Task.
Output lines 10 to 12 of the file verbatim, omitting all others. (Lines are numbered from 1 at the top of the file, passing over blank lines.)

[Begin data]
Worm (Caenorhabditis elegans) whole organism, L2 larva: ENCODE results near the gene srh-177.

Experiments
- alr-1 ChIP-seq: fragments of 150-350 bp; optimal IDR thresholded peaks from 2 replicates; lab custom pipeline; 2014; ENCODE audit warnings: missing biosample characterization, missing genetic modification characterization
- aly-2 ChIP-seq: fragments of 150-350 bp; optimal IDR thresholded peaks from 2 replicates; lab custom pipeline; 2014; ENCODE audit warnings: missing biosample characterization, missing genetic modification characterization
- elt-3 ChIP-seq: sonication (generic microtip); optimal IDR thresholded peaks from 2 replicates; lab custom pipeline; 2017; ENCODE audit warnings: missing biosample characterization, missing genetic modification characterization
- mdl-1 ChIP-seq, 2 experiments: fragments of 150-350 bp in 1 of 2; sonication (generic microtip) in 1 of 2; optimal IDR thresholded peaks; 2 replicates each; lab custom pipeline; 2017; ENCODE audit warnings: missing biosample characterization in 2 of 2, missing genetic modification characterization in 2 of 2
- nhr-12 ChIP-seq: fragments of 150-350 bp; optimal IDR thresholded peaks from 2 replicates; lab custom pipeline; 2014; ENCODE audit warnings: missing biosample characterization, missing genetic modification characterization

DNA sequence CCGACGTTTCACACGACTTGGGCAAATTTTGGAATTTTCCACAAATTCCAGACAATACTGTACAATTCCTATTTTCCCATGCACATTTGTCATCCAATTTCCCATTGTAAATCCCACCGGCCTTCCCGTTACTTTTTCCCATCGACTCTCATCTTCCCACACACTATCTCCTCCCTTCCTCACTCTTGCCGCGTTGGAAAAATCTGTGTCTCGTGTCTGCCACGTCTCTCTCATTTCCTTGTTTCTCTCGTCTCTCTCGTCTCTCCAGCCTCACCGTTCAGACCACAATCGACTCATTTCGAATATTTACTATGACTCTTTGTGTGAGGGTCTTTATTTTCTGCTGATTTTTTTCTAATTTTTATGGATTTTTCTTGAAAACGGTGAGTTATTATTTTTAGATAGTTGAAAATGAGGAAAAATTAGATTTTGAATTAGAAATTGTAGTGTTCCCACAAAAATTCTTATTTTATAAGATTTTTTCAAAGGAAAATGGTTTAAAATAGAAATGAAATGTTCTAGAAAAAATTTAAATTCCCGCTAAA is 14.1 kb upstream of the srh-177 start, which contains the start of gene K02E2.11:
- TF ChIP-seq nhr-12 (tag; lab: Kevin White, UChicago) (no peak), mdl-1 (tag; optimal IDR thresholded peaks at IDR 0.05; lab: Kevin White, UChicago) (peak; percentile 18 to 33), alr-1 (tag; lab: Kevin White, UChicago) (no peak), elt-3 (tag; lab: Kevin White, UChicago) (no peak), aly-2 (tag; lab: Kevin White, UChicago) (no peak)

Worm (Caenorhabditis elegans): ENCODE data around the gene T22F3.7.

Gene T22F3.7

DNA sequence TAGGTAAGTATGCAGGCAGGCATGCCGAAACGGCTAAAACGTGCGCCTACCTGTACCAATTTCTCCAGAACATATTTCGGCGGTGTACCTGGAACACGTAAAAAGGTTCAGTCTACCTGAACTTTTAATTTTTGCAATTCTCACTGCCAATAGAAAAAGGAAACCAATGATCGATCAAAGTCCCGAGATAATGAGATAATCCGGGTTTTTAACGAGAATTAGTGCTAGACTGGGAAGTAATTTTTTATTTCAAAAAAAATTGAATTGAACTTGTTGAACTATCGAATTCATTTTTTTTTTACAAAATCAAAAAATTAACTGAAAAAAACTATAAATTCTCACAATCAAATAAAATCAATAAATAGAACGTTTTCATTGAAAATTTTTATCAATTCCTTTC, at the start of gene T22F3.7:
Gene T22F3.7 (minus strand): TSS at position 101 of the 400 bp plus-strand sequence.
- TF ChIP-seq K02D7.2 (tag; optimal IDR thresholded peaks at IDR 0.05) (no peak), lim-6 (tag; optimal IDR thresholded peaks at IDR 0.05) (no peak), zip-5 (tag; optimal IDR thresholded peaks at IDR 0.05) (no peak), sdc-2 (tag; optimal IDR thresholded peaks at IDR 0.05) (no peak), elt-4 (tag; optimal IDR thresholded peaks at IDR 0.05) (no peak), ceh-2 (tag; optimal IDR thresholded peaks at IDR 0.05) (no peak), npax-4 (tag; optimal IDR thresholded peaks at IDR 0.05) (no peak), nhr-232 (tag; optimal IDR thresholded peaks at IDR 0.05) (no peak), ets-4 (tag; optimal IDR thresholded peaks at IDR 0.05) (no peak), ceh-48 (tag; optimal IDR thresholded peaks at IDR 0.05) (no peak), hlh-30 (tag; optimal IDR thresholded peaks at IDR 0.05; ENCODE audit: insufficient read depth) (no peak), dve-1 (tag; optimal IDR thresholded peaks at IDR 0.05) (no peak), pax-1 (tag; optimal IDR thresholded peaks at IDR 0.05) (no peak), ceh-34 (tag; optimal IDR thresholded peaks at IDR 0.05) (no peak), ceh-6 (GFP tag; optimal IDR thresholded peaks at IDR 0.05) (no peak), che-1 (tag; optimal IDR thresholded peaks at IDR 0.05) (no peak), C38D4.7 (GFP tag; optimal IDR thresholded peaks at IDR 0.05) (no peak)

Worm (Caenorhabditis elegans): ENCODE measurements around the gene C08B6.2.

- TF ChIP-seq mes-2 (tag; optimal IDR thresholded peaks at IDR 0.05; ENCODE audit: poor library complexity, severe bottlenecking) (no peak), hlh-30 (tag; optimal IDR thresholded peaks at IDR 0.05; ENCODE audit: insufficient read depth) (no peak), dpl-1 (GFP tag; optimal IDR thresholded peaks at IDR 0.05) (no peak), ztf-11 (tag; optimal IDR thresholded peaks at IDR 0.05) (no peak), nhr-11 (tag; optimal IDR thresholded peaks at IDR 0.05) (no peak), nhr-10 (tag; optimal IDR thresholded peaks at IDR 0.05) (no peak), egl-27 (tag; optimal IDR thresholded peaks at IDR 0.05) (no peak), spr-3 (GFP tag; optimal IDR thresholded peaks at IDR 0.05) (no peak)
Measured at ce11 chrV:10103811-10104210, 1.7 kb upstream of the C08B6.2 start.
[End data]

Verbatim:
Worm (Caenorhabditis elegans): ENCODE data around the gene T22F3.7.

Gene T22F3.7

DNA sequence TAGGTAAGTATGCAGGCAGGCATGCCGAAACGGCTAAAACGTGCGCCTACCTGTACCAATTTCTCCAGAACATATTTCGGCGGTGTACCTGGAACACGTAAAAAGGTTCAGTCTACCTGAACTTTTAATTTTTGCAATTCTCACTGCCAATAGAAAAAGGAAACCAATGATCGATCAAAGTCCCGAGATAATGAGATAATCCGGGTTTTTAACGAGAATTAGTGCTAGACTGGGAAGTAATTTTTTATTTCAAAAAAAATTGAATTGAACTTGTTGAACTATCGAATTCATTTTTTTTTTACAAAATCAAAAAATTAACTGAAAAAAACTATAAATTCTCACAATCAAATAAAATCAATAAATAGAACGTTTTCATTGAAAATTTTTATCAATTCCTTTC, at the start of gene T22F3.7: